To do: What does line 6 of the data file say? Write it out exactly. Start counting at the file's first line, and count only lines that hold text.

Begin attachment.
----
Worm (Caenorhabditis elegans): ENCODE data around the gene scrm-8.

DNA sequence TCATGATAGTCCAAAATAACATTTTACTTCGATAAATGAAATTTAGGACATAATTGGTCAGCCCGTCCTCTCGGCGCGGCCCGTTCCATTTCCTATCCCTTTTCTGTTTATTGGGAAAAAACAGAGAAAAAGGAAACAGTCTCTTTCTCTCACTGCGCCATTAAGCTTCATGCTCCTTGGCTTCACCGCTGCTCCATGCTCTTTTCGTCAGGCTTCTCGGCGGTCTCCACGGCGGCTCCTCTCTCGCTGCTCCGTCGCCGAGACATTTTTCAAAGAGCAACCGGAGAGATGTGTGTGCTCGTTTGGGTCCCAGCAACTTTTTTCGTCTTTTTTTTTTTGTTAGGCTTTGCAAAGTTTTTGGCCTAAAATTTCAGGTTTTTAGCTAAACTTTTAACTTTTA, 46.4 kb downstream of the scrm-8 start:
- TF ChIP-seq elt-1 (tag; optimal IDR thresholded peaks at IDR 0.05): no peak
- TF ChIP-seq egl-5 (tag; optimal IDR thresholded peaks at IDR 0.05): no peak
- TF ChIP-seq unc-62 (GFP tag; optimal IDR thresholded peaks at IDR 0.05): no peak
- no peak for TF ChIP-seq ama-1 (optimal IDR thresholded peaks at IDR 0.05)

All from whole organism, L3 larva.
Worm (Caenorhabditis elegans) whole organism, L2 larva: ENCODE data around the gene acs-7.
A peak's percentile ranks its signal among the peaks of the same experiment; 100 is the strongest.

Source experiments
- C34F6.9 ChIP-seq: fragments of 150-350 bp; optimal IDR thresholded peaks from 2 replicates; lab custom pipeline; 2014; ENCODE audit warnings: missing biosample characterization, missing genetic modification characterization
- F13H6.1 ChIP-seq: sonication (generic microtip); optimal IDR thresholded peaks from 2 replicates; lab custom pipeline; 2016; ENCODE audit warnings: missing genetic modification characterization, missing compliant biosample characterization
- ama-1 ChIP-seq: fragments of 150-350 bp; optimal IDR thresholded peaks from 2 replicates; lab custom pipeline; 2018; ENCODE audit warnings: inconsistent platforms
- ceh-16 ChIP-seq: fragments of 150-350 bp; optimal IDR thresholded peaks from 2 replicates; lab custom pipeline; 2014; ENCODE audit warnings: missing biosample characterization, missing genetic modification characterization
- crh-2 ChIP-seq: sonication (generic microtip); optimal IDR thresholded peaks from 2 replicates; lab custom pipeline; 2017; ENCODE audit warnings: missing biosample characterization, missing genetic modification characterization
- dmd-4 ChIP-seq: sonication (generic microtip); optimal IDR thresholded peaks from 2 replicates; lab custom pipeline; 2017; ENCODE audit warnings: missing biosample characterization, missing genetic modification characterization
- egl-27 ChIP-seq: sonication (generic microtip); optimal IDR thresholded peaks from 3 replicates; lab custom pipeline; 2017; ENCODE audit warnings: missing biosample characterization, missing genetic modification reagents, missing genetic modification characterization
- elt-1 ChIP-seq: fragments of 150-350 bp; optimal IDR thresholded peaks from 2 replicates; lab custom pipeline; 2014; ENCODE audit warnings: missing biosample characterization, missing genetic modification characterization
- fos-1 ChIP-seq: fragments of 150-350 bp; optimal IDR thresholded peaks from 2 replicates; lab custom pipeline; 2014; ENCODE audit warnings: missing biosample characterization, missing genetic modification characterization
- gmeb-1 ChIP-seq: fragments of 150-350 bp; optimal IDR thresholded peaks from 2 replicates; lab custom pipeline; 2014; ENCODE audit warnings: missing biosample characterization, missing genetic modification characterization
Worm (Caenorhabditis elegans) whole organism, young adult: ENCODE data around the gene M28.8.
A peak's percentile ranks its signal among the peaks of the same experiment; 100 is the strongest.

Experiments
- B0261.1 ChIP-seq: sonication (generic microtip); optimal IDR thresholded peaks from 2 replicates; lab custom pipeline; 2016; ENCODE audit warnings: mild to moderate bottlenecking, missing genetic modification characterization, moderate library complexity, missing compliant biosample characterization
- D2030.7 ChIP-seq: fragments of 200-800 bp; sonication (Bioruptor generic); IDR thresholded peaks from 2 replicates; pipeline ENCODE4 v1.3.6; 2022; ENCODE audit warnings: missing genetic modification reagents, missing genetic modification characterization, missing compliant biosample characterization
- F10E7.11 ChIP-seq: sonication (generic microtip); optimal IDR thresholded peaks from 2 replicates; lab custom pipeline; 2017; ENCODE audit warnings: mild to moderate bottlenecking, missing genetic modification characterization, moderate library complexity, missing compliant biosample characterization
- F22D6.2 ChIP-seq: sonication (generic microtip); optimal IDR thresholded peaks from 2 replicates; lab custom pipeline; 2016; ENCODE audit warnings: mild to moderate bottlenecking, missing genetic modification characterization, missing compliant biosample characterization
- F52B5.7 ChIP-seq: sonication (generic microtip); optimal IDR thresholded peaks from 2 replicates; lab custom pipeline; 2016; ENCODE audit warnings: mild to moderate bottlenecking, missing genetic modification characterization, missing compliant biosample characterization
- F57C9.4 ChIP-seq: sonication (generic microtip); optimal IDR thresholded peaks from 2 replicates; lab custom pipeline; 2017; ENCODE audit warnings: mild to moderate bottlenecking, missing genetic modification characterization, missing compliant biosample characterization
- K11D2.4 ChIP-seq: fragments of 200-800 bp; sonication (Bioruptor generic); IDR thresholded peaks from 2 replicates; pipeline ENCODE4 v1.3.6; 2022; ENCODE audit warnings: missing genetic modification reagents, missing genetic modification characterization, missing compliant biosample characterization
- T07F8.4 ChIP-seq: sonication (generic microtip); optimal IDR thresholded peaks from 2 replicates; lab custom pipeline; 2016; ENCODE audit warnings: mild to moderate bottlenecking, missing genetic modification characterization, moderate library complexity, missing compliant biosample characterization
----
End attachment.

- no peak for TF ChIP-seq ama-1 (optimal IDR thresholded peaks at IDR 0.05)